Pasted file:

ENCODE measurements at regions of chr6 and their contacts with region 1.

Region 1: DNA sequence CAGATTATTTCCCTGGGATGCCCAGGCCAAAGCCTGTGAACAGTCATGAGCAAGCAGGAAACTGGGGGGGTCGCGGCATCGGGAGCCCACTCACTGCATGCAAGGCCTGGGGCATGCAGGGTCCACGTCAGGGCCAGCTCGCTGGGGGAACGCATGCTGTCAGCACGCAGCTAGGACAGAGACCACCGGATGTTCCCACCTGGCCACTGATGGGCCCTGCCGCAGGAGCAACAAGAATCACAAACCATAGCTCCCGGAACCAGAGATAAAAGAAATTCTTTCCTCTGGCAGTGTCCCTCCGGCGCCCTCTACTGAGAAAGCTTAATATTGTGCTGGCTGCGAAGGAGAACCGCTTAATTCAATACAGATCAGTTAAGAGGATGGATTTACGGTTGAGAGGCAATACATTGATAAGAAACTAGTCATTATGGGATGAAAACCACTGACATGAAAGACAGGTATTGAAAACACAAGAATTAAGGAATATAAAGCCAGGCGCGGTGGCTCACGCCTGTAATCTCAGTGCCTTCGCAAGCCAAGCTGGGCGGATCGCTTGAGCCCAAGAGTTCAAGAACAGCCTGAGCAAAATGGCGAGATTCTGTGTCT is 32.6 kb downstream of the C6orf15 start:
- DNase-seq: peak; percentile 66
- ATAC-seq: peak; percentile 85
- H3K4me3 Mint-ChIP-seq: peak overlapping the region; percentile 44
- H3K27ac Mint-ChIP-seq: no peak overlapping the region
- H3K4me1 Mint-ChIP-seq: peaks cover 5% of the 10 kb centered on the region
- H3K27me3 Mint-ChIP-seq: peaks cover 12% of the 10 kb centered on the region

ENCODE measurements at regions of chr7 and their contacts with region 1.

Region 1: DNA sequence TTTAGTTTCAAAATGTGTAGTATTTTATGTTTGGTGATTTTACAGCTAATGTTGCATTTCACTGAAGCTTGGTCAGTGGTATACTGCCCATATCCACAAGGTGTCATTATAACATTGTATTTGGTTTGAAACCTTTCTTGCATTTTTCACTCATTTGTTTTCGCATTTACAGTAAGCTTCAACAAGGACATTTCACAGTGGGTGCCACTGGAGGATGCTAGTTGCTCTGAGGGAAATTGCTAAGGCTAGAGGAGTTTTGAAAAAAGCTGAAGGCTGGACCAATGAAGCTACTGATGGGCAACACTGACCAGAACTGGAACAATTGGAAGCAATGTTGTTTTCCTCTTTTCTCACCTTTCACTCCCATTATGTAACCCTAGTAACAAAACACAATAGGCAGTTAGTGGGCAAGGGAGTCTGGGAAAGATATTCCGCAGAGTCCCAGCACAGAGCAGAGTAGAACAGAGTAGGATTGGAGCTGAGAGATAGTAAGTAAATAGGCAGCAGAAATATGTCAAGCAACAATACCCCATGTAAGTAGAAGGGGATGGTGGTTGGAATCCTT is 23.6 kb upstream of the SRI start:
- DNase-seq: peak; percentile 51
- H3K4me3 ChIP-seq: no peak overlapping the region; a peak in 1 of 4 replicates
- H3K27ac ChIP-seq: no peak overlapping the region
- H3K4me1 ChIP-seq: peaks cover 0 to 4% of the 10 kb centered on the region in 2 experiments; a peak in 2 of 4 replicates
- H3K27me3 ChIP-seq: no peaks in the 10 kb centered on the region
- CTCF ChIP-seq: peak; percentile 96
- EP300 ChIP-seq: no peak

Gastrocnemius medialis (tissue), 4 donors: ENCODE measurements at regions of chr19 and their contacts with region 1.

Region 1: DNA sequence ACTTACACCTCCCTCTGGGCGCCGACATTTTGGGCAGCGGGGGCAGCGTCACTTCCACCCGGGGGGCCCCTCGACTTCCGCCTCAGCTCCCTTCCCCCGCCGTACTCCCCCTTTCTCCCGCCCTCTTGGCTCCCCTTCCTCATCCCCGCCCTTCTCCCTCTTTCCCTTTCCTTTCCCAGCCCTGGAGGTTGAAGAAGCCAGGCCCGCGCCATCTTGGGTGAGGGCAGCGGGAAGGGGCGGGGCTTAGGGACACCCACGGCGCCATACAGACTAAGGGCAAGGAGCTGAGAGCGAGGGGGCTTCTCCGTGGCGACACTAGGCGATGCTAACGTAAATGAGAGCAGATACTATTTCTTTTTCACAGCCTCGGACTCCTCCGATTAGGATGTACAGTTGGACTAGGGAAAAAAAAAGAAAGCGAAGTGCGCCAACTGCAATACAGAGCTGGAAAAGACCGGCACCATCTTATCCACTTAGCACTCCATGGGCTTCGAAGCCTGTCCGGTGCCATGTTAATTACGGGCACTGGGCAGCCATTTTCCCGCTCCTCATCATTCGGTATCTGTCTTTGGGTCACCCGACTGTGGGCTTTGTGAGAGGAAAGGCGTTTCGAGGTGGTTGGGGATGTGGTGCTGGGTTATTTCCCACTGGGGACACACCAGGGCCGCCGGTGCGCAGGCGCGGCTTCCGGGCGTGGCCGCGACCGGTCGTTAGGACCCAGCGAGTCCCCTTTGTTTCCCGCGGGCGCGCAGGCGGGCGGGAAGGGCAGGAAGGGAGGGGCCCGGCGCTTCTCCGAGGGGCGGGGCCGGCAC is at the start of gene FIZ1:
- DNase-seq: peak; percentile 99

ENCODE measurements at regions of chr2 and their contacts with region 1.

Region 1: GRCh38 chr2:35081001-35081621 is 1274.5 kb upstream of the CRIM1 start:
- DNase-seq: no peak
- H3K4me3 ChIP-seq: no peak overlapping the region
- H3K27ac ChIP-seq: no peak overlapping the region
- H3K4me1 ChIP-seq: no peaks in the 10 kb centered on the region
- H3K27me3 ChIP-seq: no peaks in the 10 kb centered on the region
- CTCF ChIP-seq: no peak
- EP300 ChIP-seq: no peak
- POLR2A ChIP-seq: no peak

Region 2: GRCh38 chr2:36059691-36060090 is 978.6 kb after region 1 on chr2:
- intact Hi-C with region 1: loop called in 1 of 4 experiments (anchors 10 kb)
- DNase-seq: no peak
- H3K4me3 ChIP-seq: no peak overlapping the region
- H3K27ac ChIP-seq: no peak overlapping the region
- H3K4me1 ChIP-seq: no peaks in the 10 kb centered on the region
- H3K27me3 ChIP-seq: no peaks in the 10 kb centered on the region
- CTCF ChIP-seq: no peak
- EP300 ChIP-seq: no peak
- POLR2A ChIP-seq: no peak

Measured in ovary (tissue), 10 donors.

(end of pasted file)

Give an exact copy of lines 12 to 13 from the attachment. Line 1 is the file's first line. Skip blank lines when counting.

- H3K4me3 ChIP-seq: no peak overlapping the region; a peak in 1 of 4 replicates
- H3K27ac ChIP-seq: no peak overlapping the region